Discuss about the Denver International Airport Project Management.
The study includes the description of the project which is the construction of international airport in the Denver. Though there already exists an airport in Denver because the current circumstances the city right now needs a new or modified airport to fulfill the needs.
A project can be referred to a time bounded and temporary task with pre-determined scope and goals. A project can be undertaken by anyone, from small private corporate to the big government department or even by a country. Handling of projects needs a vast quantity of skills methodologies and tools (Alnasseri, Osborne and Steel 2013). The proper use of these things for making the project success is called project management. In this study different aspects of project management will be examined in terms of constructing Denver International Airport.
The most populous municipality and capital of Colorado, state of U.S., is known as Denver. The location of the city is east of the Front Range of the Rocky Mountains, Western edge of the High Plains in the valley of the South Platte River (Flydenver.com, 2016).
The Denver International Airport or DIA will be a public airport which will be under the ownership of City and County of Denver Department of Aviation.
Project Concept and Strategy:
Reasons behind Construction of Airport in Denver:
The following descriptions support the need of new airport in Denver.
Expected hike in traffic: As report made by the Denver’s Regional Council of Government, Denver’s Stapleton Airport was not capable of handling the traffic that is expected to arrive by the year of 2000. The airport can be made to bear the traffic up to 2005 but not more than that. There were two choices in the hand of the government of Denver such as constructing new airport or modifying it (Ashford, Coutu and Beasley 2013). The Denver's Regional Council of Government was in huge pressure of being so far away from the major cities, five hundred miles. The city needed an airport badly that can handle all the traffic sufficiently and efficiently so that Denver does not the loose valuable business. The airport ranked fifth in the list of the busiest airport in the country with thirty million passengers. It was calculated that by the year 2000 the airport would be handing sixty-six million passengers.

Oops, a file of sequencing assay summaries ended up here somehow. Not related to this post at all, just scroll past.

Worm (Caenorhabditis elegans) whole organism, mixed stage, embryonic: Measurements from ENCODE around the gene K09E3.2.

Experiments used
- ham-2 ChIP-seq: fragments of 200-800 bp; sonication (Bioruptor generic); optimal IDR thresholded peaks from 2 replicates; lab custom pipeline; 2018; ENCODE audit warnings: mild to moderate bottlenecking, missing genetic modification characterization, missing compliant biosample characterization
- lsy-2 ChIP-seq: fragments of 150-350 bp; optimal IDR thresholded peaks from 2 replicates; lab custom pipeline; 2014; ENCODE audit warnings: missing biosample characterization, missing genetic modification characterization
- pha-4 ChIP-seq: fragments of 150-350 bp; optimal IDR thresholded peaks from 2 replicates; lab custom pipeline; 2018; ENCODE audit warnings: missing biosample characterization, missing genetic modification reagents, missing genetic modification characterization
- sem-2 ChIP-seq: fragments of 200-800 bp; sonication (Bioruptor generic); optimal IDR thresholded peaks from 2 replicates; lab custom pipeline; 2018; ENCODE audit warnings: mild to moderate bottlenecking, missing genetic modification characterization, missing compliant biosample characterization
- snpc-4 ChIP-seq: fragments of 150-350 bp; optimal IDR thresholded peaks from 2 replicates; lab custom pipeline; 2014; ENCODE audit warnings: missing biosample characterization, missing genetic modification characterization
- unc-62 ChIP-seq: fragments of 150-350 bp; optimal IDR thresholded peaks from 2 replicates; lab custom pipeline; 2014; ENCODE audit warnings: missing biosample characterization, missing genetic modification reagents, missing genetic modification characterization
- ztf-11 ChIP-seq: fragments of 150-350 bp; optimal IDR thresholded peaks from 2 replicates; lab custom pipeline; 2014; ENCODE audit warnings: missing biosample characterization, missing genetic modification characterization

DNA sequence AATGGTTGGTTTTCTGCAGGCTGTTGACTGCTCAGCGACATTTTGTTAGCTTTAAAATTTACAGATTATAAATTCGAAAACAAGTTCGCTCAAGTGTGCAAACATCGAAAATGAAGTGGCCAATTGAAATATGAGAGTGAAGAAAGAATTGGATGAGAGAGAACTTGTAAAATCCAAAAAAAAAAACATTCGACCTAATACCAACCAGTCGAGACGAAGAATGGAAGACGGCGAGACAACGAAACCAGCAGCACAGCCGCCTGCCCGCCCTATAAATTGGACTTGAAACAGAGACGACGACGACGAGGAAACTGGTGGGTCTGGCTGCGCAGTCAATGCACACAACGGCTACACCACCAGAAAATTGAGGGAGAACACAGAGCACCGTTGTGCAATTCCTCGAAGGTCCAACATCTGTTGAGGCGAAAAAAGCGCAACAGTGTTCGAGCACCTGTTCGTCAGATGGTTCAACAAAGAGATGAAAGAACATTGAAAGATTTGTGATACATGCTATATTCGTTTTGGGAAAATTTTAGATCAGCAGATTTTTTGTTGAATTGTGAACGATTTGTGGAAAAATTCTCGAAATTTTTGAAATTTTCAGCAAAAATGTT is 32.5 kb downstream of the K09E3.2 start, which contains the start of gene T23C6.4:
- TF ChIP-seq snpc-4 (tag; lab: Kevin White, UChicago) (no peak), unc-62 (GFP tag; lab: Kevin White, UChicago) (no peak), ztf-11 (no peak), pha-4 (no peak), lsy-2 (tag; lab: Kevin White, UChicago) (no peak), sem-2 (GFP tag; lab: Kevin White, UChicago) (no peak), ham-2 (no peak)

Causing delay: The delay caused by the Denver Stapleton Airport harm all the airports. In addition with that, this delays causes loss of one hundred million dollars to the airline organizations (Zografos, Madas and Salouras 2013). The delays are caused by mainly bad weather and in result cancellation of flights, rerouting, overtime pay to staffs and many other issues occur.
The poor condition of the airport: Because of the existence of poor services and condition of the airport, it was on the list of top ten worst air traffic bottlenecks in U.S. The low clouds were a huge issue for the airplanes as it can delay up to thirty to sixty minutes. Stapleton airport consists of two runways, north, and south (Ashford, Coutu and Beasley 2013). The runways are parallel and close to each other. In bad weather conditions, the airport authorities have to use those two runways as one.
The scope of the project was as following.
- Having an airfield configuration which will be better than the Stapleton. The airfield will be capable of better security and three airplanes to land at the same time (Khadilkar and Balakrishnan 2013).
- The efficiency of the operations in the regional space can be improved.
- Minimizing the passenger walking distance as much as possible (Ashford, Coutu and Beasley 2013).
- Because of that, a more sufficient terminal layout will be implemented.
- More efficient international facilities will be included in the airport.
- Eliminating the risks that the project is continuously facing.
Project define and planning:
The risk assessment has been conducted on the basis of following four phases.